And yet, at the same time this past week one of our congregants, a member of the Board of Directors of the Union for Reform Judaism, addressed our congregation after recently returning from a remarkable trip led by Rabbi Rick Jacobs, where they had the opportunity to meet with and speak with leaders in government, the Israel Religious Action Center, observe the growth and development of Reform Judaism in Israel, and meet with Palestinian businessmen in addition to Israeli leaders in the business and innovation world. He returned hopeful and inspired, and he inspired all who heard him speak. Our congregation is planning on a community trip to Israel next year, and people are eager to go.
Last night, in my final class of the semester with our 11th and 12th grade students, we explored a range of Jewish values from Rabbi Goldie Milgram’s “Mitzvah Cards” and I asked students to choose ones that they felt they already ‘carried with them’ and ones that were challenging to them. One of those challenge cards was Israel. A student conveyed something that I remember feeling so strongly myself as I entered my first year of college—a sense of struggle and frustration that sometimes a thoughtful and critical engagement with Israel was silenced within Jewish settings.
I remember attending an event run by the Hillel at my college during the first Gulf War. Scud missiles were being sent Israel’s way. It was a scary time for the population of Israel. Gas masks had been widely distributed. There was no question that we would be praying for the safety of all in Israel. In the midst of an informational session one student stood up to contribute to a discussion about Israel to express his hope that, even in the midst of a time when we needed to stand by Israel and pray for its safety, we wouldn’t lose sight of other issues regarding the peace process or equality within Israel that were also important to talk about in a Jewish setting on campus. He was literally shouted down—how dare he even ask the question at a time like this!
I have a visceral memory of my internal reaction to witnessing that moment. I wanted no part of it. I cared deeply about Israel and its future and its safety. And at the same time I found the culture that squashed thoughtful and caring debate and discussion about all aspects of life in Israel to be enormously unhelpful. That was 25 years ago—no wonder that J-Street has 180,000 supporters and 50 chapters on campus. You may not agree with them, but they exist because there was insufficient room within previously existing organizations for those who wanted to engage more fully with all dimensions of Israel.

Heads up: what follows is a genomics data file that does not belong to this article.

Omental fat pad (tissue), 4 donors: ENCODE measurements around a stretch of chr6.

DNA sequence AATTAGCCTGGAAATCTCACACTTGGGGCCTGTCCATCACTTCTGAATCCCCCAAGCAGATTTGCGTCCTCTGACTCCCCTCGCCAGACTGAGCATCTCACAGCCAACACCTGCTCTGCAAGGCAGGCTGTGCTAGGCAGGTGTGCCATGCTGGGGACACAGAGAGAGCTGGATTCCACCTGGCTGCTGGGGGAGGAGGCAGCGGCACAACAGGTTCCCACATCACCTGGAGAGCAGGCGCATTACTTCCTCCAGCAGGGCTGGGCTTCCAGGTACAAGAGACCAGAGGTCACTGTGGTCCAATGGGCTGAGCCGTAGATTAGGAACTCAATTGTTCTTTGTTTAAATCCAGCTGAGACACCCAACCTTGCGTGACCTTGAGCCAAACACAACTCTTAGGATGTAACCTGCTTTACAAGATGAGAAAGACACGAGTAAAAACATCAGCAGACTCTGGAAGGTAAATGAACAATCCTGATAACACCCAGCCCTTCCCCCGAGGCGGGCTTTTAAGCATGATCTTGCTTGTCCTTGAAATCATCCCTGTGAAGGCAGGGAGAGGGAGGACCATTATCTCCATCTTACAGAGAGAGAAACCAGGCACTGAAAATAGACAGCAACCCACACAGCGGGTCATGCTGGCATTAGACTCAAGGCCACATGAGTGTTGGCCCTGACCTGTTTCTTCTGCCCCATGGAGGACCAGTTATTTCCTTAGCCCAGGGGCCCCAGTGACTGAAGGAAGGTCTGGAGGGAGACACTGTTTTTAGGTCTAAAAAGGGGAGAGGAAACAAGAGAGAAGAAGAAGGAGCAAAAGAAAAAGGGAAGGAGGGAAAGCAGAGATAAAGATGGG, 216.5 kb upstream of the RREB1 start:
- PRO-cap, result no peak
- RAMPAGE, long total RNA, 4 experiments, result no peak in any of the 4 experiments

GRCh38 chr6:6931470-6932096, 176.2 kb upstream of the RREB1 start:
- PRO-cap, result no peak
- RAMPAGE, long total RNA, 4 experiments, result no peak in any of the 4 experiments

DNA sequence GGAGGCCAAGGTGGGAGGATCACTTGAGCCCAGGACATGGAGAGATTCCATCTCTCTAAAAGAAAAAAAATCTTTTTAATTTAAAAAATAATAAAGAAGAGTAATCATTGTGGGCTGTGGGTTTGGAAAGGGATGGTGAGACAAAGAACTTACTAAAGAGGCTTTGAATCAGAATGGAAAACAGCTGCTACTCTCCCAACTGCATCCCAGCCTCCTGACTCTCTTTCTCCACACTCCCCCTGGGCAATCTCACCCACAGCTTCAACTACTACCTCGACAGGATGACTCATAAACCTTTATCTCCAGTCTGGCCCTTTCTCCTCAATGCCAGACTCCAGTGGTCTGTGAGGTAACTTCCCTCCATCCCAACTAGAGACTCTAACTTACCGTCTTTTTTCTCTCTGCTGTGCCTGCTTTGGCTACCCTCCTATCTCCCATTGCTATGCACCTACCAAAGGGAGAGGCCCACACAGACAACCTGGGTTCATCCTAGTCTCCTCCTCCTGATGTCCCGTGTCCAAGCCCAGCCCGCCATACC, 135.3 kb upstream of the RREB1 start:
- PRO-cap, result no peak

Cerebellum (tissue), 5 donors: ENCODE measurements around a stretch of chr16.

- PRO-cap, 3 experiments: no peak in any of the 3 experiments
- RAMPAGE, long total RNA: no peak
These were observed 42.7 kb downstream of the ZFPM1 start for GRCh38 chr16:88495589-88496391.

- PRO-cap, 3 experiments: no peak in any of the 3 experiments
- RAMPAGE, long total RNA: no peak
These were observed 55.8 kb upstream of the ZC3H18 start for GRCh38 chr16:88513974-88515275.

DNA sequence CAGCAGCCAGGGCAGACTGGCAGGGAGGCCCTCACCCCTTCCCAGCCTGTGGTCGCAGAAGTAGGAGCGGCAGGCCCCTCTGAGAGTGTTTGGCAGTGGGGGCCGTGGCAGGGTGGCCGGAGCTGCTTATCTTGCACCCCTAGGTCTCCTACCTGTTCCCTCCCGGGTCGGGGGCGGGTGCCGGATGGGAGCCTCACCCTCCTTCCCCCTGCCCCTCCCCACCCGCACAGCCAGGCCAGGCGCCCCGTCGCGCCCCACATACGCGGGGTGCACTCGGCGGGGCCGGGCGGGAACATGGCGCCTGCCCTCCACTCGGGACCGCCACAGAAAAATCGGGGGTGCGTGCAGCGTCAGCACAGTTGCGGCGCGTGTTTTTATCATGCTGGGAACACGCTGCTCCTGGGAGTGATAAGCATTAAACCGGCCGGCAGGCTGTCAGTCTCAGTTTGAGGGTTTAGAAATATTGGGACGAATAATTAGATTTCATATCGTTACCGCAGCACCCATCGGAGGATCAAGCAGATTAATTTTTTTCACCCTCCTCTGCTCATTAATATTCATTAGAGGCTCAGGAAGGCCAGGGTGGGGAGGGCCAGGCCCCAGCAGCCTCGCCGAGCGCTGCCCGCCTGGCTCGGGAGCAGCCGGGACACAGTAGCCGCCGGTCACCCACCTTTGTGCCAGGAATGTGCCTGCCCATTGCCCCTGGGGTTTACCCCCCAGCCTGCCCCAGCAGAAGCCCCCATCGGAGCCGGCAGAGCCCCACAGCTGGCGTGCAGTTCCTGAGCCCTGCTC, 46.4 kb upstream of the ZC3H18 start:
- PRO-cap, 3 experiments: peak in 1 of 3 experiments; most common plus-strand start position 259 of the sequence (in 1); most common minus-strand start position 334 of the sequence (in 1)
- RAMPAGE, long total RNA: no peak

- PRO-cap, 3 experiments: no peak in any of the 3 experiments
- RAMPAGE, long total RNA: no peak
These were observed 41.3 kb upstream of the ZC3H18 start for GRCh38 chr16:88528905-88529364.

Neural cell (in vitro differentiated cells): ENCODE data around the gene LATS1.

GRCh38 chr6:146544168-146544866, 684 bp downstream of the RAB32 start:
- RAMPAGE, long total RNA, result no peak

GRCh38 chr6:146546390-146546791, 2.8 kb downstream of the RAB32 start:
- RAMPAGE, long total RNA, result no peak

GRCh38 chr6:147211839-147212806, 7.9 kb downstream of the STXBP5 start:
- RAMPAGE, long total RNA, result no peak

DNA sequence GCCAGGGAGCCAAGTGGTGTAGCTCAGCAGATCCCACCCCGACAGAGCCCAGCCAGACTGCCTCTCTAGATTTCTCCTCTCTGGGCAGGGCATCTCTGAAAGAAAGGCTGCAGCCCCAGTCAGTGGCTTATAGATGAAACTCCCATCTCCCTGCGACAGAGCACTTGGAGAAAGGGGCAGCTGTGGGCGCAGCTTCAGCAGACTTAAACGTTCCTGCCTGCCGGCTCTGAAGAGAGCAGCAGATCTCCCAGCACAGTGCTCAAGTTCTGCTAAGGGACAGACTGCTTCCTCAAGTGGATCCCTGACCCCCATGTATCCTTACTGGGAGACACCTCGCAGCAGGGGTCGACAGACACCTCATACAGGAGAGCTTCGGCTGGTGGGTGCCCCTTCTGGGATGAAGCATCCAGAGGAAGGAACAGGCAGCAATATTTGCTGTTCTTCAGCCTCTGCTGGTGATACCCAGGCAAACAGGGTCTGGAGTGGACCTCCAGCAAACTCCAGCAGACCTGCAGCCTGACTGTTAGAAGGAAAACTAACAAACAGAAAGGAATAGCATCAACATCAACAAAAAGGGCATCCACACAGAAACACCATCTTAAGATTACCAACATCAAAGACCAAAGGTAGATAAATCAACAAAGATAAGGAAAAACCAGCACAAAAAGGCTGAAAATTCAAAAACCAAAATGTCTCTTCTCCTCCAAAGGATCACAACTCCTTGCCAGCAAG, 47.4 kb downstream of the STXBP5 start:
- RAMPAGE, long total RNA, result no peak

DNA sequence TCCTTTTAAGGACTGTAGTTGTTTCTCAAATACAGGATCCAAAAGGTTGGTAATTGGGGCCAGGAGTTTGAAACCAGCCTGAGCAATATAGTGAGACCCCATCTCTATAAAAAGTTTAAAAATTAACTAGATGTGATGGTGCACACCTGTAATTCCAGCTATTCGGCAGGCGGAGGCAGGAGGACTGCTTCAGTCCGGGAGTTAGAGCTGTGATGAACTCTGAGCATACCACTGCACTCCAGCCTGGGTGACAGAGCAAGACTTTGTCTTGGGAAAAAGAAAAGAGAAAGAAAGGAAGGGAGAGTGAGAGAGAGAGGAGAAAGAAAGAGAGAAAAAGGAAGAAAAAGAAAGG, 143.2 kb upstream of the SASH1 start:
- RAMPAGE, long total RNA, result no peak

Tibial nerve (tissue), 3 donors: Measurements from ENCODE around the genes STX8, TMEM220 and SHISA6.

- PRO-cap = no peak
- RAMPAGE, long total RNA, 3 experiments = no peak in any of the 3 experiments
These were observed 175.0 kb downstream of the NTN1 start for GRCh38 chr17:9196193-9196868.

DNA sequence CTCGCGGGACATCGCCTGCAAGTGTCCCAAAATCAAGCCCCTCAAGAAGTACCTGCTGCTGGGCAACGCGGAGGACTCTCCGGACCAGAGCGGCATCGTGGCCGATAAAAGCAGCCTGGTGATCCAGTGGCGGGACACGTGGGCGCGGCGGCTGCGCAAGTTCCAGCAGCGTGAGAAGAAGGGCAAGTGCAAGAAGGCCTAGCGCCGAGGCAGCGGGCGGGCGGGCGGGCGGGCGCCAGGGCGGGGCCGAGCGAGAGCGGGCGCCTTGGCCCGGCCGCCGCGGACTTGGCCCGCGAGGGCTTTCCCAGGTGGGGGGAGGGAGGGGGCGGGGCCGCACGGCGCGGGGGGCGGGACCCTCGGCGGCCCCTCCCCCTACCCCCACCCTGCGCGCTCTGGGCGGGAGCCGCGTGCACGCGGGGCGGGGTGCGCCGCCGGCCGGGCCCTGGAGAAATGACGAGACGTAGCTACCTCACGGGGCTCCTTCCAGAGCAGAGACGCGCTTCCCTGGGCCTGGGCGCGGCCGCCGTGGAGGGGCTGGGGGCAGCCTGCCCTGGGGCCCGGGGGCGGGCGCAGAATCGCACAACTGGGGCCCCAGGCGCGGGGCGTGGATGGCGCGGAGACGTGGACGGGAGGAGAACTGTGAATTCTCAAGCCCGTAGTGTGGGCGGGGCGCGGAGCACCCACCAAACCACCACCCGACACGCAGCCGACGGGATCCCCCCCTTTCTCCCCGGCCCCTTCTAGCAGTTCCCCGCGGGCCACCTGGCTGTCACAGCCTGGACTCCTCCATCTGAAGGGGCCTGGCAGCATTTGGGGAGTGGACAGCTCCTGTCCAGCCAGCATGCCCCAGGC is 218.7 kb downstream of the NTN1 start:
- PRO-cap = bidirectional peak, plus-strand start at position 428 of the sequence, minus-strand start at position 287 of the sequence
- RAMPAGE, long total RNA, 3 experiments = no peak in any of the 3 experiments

Let me be clear—I’m not writing this to express personal support of any one organization or perspective. Rather, I plead for Jewish community to be a place where we can lovingly and respectfully engage with the fullness of Israel. Like my country of origin—the UK—or my country of residence—the USA—there are things that make me feel extraordinarily proud, and there are things that sometimes happen that cause me to feel embarrassment or disappointment. Israel has to be experienced—it is an amazing place. The people are as diverse in background and opinion as any other place. There is so much to learn there. The innovation in science, technology, agriculture, and more is breathtaking. A country that is only 66 years young has developed politically, socially and economically in remarkable ways. And it is still finding its way in some areas—religious pluralism, equality, the place of minority groups in a country that is still fighting for the right to define itself as a Jewish homeland.
What we don’t need is propaganda. We don’t need trips to Israel that pull the blinders over the breadth and complexity of a fully realized, living, breathing modern nation state. We don’t need to silence each other. I do not pretend to offer expertise on the complexities of the political situation and the peace process. It is my job to listen and learn, and to facilitate conversation. It is my job to point out where I observe insightful analysis and information being shared, and where I see ideological lines being drawn in the sand that ultimately help no one. And it is my job to help my student, as she goes off to college, know that there are people and places where she can engage with the fullness of all that Israel is and may still come to be, without feeling shamed or silenced.